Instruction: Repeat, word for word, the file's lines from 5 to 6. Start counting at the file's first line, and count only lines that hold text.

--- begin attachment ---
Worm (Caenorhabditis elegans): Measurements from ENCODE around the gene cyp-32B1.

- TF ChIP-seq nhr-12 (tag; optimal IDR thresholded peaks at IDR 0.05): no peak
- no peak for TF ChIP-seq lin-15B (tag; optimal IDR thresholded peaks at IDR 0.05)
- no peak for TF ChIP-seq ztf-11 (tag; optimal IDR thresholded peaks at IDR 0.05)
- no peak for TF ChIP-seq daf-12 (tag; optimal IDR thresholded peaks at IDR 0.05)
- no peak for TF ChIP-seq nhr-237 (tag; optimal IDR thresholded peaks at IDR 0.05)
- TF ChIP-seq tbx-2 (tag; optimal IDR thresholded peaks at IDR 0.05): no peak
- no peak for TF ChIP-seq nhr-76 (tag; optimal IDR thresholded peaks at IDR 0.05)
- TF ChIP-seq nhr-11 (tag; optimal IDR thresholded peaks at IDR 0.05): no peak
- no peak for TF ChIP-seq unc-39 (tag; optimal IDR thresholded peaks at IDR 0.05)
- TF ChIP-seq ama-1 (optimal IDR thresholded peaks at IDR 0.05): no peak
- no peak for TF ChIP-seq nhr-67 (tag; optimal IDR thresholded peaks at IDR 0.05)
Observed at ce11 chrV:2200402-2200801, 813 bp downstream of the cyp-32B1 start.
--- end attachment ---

- no peak for TF ChIP-seq daf-12 (tag; optimal IDR thresholded peaks at IDR 0.05)
- no peak for TF ChIP-seq nhr-237 (tag; optimal IDR thresholded peaks at IDR 0.05)